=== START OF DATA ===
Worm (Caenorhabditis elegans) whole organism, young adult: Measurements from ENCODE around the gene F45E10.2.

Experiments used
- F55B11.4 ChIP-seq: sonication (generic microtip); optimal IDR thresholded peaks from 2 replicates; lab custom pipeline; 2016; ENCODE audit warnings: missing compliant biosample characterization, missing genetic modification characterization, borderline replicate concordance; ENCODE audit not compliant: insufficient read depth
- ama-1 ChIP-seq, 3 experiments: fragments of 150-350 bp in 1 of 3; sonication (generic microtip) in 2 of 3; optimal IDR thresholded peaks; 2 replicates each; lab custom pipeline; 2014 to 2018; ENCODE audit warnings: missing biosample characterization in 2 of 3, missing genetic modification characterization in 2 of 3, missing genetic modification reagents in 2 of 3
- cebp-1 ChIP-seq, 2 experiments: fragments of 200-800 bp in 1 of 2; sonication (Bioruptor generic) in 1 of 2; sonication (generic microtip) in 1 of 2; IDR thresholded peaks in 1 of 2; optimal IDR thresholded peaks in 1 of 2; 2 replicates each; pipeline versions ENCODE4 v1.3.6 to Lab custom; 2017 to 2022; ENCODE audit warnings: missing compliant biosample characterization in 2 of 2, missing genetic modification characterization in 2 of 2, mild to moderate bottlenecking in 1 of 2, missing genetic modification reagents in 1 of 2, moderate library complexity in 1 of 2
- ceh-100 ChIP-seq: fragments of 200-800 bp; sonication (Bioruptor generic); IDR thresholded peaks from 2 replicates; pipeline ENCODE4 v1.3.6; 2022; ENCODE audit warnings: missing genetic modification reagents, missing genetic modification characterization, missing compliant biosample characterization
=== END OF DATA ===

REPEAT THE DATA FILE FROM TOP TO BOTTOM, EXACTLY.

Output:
Worm (Caenorhabditis elegans) whole organism, young adult: Measurements from ENCODE around the gene F45E10.2.

Experiments used
- F55B11.4 ChIP-seq: sonication (generic microtip); optimal IDR thresholded peaks from 2 replicates; lab custom pipeline; 2016; ENCODE audit warnings: missing compliant biosample characterization, missing genetic modification characterization, borderline replicate concordance; ENCODE audit not compliant: insufficient read depth
- ama-1 ChIP-seq, 3 experiments: fragments of 150-350 bp in 1 of 3; sonication (generic microtip) in 2 of 3; optimal IDR thresholded peaks; 2 replicates each; lab custom pipeline; 2014 to 2018; ENCODE audit warnings: missing biosample characterization in 2 of 3, missing genetic modification characterization in 2 of 3, missing genetic modification reagents in 2 of 3
- cebp-1 ChIP-seq, 2 experiments: fragments of 200-800 bp in 1 of 2; sonication (Bioruptor generic) in 1 of 2; sonication (generic microtip) in 1 of 2; IDR thresholded peaks in 1 of 2; optimal IDR thresholded peaks in 1 of 2; 2 replicates each; pipeline versions ENCODE4 v1.3.6 to Lab custom; 2017 to 2022; ENCODE audit warnings: missing compliant biosample characterization in 2 of 2, missing genetic modification characterization in 2 of 2, mild to moderate bottlenecking in 1 of 2, missing genetic modification reagents in 1 of 2, moderate library complexity in 1 of 2
- ceh-100 ChIP-seq: fragments of 200-800 bp; sonication (Bioruptor generic); IDR thresholded peaks from 2 replicates; pipeline ENCODE4 v1.3.6; 2022; ENCODE audit warnings: missing genetic modification reagents, missing genetic modification characterization, missing compliant biosample characterization